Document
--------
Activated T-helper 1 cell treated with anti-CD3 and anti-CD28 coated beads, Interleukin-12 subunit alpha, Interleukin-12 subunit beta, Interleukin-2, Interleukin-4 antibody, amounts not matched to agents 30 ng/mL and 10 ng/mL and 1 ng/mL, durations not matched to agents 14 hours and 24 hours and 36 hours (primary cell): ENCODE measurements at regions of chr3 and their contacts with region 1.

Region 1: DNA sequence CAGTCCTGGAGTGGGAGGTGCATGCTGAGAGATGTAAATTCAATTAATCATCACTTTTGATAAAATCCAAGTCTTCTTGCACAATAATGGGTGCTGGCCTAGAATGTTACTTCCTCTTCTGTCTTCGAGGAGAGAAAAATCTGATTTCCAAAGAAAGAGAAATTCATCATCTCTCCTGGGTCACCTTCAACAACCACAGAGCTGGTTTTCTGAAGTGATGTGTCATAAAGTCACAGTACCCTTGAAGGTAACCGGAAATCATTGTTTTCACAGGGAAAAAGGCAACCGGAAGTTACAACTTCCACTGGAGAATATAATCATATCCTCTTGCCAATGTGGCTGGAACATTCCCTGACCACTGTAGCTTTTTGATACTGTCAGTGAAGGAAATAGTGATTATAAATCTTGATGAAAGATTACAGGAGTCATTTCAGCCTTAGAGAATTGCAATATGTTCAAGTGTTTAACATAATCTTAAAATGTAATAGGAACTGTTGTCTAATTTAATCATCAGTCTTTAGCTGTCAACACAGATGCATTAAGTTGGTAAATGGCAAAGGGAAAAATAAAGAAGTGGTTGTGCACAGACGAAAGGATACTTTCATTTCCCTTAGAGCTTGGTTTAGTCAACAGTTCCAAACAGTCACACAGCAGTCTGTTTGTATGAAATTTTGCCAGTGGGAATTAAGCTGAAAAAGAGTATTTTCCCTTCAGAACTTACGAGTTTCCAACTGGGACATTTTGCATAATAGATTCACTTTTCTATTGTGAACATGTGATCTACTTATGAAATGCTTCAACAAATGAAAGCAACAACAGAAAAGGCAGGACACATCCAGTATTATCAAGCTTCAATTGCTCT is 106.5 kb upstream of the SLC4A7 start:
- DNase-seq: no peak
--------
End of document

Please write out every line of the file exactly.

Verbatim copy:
Activated T-helper 1 cell treated with anti-CD3 and anti-CD28 coated beads, Interleukin-12 subunit alpha, Interleukin-12 subunit beta, Interleukin-2, Interleukin-4 antibody, amounts not matched to agents 30 ng/mL and 10 ng/mL and 1 ng/mL, durations not matched to agents 14 hours and 24 hours and 36 hours (primary cell): ENCODE measurements at regions of chr3 and their contacts with region 1.

Region 1: DNA sequence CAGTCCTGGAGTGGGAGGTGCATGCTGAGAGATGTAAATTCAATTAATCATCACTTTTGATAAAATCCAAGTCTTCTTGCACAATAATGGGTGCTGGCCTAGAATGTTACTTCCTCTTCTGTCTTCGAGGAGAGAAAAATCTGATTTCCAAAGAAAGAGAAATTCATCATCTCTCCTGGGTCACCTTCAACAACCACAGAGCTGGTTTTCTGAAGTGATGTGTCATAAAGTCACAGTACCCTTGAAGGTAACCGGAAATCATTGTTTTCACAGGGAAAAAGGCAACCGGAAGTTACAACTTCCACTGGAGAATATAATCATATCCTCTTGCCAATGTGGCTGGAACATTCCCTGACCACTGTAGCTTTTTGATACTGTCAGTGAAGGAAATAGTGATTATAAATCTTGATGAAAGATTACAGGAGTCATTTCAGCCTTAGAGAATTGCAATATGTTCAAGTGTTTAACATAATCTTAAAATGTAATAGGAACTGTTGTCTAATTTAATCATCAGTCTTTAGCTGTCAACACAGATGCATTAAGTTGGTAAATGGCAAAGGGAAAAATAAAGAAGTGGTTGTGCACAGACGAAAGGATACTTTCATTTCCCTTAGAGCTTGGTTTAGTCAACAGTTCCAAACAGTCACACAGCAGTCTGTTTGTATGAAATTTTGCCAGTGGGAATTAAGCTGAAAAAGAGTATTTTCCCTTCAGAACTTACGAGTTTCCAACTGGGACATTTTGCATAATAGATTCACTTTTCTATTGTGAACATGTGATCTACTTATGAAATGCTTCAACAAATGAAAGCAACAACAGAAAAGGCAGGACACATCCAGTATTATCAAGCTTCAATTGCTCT is 106.5 kb upstream of the SLC4A7 start:
- DNase-seq: no peak